Good Night Stories for Rebel Girls is 'dream' Kickstarter success

Illustrated book intended to inspire girls to ‘bigger goals’ tells the stories of 100 great women and scores runaway hit on fundraising site

“Once there was a Mexican girl whose name was Frida,” begins one of the 100 fairytale reinventions included in Good Night Stories for Rebel Girls. A new children’s book that sets out to confront gender stereotypes, it has quickly raised more than $600,000 (£409,000) on Kickstarter.

Created by Elena Favilli and Francesca Cavallo, co-founders of children’s media company Timbuktu Labs, the book tells the stories of 100 great women, from Kahlo to Elizabeth I to Serena Williams, illustrated by female artists from around the world. Favilli and Cavallo launched their Kickstarter a month ago, with the goal of making $40,000, and printing their first 1,000 copies. With hours to go before closing to further pledges, their fundraising total stands at $624,905.

“It’s insane. We were expecting the project to be successful but not at this level,” said Favilli. “It’s beyond any possible dream.”

Serena Williams in Good Night Stories For Rebel Girls
‘Venus and Serena would train every day...’ Photograph: Timbuktu Labs

The pair have now added a series of “stretch goals” to their Kickstarter, including a week of workshops in Rwanda about female leadership in January 2017. They estimate that they will be printing more than 10,000 copies of the book and are also planning an edition for general distribution, once the fundraiser ends on Wednesday.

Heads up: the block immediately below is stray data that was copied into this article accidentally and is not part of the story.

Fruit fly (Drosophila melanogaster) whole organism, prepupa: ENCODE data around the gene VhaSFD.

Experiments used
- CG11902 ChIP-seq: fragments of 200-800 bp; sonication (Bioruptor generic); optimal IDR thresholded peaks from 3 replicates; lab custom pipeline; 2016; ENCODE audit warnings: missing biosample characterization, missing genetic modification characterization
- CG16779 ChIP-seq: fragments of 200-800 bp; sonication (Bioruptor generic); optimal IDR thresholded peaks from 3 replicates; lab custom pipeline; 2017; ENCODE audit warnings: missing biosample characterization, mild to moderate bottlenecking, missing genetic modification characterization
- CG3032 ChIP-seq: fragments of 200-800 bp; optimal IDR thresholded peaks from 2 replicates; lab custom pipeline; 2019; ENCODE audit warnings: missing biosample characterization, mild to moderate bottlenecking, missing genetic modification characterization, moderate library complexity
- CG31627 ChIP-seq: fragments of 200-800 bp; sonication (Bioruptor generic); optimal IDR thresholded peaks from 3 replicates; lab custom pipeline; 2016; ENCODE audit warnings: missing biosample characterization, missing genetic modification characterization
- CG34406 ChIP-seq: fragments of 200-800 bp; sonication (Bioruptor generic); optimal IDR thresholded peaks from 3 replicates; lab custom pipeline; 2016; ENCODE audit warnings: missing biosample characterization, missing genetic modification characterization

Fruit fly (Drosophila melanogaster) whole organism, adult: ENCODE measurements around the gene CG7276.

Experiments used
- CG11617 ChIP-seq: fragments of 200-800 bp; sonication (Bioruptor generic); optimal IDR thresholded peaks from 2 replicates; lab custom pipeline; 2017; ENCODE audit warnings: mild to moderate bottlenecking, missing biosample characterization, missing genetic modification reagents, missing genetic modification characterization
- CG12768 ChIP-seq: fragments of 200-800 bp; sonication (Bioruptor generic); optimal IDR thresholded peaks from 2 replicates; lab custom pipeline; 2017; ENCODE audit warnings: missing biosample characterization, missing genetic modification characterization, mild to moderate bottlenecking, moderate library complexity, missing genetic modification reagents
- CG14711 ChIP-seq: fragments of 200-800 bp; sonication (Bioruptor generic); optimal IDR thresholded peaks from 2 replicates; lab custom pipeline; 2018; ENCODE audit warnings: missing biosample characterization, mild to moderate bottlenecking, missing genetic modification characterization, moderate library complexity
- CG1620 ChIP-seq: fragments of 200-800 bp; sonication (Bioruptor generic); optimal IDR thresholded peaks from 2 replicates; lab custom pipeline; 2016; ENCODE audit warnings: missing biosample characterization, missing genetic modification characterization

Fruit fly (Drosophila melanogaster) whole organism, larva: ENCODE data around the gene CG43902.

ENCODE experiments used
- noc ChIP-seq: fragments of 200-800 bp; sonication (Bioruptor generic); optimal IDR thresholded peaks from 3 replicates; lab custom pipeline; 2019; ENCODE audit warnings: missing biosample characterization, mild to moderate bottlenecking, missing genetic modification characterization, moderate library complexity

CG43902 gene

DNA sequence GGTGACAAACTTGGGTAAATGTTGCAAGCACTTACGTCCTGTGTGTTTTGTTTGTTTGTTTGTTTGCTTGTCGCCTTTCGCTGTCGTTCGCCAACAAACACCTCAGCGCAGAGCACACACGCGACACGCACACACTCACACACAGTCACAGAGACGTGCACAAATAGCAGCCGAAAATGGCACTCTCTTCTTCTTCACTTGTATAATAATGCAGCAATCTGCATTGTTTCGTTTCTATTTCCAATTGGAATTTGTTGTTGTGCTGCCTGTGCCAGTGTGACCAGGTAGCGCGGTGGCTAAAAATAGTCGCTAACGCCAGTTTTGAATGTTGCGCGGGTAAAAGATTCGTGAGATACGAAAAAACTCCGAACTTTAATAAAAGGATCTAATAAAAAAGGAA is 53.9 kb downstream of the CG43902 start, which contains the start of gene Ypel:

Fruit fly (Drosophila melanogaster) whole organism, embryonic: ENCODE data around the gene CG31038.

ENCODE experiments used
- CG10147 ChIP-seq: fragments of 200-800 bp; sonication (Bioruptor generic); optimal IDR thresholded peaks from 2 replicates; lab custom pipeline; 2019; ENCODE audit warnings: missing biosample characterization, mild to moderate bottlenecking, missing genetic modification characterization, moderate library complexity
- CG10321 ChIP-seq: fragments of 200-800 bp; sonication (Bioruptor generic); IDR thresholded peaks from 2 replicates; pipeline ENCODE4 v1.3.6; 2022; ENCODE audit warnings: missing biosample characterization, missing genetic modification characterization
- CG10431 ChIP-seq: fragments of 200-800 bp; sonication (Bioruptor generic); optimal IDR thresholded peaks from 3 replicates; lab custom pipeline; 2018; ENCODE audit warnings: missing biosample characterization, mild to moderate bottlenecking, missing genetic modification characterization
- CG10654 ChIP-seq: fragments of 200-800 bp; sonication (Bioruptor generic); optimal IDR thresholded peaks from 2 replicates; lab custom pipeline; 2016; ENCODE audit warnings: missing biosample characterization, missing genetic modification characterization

“We chose to write the stories in the style of a fairytale – lots of them start ‘once upon a time’,” said Favilli. “We are really thinking of the book as a modern fairytale that children will read at bedtime before they go to sleep.”

On their Kickstarter page, Favilli and Cavallo explain that part of the inspiration for the book was their own journey as entrepreneurs, which “made us understand how important it is for girls to grow up surrounded by female role models”, because “it helps them to be more confident and set bigger goals”.

They also realised “that 95% of the books and TV shows we grew up with lacked girls in prominent positions”. Pointing to a study of 6,000 children’s books published between 1900 and 2000, which found that just 7.5% had female protagonists, they add that not much has changed since.

“We know children’s books are still packed with gender stereotypes,” said Favilli. “And we’re both in our early 30s, we’re female entrepreneurs, and we know first-hand how hard it is to succeed, to be considered, to be given a chance.”

The idea for the book, she said, “didn’t happen overnight, it was more of a process. We started to send pieces of content out with our newsletter, short stories about extraordinary women, and at some point we realised that the response we were getting just from sending the newsletter was so great, so intense. This doesn’t happen often with you send a newsletter; usually people don’t open it. So it became clear this was a book we had to make.”

Contributor

Alison Flood

The GuardianTramp

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